In 1991, mortgage rates were hovering around 9 percent, but worries abounded that such “low” rates couldn’t possibly last and they would soon be back in double digits.
The Denver housing market seemed to be pulling out of a 7-year slump caused by overbuilding and a loss of jobs following the energy boom-and-bust, but others worried that another national recession was around the corner.
The average price of a home sold and closed in Denver finally broke $100,000 – about $174,000 in today’s, inflation-adjusted dollars – but some prospective buyers were reluctant to pull the trigger, fearing buying a home was buying into a blackhole that would suck away all of their money.
It was a year that every time the housing market was showing signs of life, there was some doom-and-gloom prophet predicting that the only light at the end of the tunnel was coming from a train about to run off the track.
That was the year that Pat Hamill launched Oakwood Homes.
20 years and 10,000 homes
“We have two things we are celebrating,” Hamill told InsideRealEstateNews this week. “This is our 20th anniversary and today we closed on our 10,000th home.”
Hamill surprised the buyers, Eugene and Maria Plymale, this afternoon with a gift basket in a festively decorated room at Oakwood’s headquarters. Hamill was joined by cheering Oakwood employees.
“We were very surprised,” Maria said afterward. “We didn’t know what was going on.”
The couple recently moved from Texas to live in the Morningview community in the Meadows in Castle Rock to be close to their daughter.
They were down-to-earth on how they would celebrate.
“We’re going to go get our stuff out of storage and move in,” Maria said.
Living the dream
“Today is a huge tribute to all the great work done over the years by the Oakwood team,” said Hamill, who went on to talk about what the closing meant to him personally. “I’m living my dream. I feel very fortunate to live in a community that has supported us so well.”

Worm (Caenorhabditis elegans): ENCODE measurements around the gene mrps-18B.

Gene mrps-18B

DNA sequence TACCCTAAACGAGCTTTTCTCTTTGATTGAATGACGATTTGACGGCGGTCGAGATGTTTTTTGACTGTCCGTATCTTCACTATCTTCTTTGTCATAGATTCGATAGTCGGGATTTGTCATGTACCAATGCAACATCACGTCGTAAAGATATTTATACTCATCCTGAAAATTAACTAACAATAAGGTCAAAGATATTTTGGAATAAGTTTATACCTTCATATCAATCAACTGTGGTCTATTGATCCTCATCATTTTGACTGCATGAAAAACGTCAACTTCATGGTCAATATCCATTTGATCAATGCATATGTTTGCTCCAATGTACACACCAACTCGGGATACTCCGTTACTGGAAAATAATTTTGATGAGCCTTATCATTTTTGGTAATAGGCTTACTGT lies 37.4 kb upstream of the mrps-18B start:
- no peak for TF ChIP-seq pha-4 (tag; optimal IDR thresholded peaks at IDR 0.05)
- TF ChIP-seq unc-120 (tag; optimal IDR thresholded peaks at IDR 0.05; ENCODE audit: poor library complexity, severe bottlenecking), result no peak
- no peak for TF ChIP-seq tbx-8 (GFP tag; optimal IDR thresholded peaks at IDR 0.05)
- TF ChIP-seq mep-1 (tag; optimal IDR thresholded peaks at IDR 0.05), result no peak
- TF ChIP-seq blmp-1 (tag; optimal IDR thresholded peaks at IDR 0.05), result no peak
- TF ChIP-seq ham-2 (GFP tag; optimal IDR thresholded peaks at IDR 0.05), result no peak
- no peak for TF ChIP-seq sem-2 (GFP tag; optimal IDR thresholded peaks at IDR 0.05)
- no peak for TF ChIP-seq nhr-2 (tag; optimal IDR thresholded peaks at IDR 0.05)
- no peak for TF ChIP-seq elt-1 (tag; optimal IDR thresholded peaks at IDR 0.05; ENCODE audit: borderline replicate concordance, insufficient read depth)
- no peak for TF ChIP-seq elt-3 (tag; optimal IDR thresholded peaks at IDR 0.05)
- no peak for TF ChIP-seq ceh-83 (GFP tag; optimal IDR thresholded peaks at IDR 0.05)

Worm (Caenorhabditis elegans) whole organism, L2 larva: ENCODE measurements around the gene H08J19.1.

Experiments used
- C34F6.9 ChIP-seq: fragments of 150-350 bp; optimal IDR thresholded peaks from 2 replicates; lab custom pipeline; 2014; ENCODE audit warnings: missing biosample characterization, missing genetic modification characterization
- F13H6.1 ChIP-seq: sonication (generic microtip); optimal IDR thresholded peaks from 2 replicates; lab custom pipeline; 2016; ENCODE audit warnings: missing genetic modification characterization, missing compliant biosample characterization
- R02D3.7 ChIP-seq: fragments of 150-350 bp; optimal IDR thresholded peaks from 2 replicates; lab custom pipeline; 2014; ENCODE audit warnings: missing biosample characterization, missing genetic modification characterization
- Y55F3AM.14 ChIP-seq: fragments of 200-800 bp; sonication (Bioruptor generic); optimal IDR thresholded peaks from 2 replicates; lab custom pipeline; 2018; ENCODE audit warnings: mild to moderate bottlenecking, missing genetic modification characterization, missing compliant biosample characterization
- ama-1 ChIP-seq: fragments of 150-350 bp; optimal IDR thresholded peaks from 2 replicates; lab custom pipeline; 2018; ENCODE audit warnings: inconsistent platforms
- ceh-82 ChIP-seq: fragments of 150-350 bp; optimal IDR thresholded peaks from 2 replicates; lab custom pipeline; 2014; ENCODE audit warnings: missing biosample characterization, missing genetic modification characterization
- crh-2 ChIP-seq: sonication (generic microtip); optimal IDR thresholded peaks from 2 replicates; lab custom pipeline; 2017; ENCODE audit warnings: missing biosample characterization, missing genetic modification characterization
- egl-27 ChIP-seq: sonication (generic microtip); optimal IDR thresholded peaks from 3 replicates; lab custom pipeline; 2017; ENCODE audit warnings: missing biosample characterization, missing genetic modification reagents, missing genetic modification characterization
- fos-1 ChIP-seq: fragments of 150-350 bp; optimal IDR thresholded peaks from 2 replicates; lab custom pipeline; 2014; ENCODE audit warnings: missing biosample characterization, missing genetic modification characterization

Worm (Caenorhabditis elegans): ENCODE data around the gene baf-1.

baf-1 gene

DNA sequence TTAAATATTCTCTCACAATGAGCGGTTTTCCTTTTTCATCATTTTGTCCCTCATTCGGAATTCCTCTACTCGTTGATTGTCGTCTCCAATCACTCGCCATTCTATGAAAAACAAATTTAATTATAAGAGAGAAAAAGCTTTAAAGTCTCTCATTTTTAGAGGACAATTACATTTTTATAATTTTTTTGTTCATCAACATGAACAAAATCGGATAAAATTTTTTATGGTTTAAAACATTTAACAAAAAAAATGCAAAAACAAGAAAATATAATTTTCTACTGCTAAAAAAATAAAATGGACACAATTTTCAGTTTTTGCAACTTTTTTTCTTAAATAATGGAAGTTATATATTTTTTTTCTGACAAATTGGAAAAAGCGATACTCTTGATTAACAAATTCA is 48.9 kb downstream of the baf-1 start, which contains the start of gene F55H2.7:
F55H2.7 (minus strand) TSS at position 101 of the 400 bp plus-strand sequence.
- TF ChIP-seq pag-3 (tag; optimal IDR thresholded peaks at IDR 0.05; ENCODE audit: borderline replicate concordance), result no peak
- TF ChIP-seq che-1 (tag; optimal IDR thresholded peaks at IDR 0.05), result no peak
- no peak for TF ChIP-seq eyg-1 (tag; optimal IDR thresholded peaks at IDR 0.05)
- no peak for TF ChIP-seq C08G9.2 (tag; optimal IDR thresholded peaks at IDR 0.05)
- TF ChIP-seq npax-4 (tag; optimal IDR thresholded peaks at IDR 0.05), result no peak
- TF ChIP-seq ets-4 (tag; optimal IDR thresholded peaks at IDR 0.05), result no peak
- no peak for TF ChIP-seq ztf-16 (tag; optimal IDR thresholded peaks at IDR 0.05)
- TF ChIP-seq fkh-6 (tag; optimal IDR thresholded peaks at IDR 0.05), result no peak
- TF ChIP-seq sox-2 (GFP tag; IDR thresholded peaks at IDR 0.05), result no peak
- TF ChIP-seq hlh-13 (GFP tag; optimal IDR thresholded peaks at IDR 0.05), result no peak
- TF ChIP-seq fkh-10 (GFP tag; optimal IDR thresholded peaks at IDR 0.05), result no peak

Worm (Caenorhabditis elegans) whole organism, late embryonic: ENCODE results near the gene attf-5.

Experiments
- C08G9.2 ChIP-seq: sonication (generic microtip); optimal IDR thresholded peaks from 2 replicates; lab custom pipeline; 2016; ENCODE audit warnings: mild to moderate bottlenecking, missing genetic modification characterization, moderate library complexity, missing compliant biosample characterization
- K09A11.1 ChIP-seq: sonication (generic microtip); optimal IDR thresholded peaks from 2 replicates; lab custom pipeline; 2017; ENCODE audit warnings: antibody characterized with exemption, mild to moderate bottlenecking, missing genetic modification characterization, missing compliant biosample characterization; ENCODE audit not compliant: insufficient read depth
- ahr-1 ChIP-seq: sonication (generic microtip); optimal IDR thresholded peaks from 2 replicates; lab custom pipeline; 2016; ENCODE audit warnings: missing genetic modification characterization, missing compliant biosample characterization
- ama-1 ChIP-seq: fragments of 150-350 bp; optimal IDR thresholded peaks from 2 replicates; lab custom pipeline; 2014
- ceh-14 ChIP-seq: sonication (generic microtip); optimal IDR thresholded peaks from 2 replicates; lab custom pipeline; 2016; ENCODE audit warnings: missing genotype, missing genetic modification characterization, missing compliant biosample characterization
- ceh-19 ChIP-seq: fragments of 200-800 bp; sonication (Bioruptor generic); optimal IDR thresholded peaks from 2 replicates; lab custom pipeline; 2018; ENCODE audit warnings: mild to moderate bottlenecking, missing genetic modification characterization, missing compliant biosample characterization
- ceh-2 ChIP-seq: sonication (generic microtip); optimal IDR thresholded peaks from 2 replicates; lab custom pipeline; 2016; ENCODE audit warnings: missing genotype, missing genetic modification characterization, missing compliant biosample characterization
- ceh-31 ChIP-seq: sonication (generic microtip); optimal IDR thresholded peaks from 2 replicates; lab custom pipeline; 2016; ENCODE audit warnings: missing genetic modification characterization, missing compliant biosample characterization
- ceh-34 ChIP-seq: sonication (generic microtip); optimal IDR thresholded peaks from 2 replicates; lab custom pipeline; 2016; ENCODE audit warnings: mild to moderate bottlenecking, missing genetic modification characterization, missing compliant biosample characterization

Oakwood Homes is one of a handful of production builders in the Denver area that has been under the same ownership for two decades. During that time, they have weathered high-interest rates, record foreclosures, slumping economies, but also prospered during times when Denver could boast one of the strongest economies and home building markets in the country.
Hamill said the worst appears to be over in the current downturn, the first national housing crash since the Great Depression.
“It is not nearly as bad as it was,” Hamill said. “For example, there are really very few foreclosures in Green Valley Ranch (where Oakwood Homes is a major builder.) Two years ago, we were competing against a lot of foreclosures and it was very tough. I think the market has stabilized and is definitely in a recovery mode. I have a sense values are starting to come back.”
Hamill also is a big fan and an early supporter of Denver Mayor Michael Hancock.
“Of course, I knew Michael from Green Valley Ranch and northeast Denver, but Michael represents all of Denver,” Hamill said. “I think that Michael sees job No. 1 as creating jobs and I think his whole idea of an “aerotropolis” around DIA is great.” An aerotropolis is an urban form concept to make airports the centerpiece of a job-creation hub, in addition as a place to catch flights.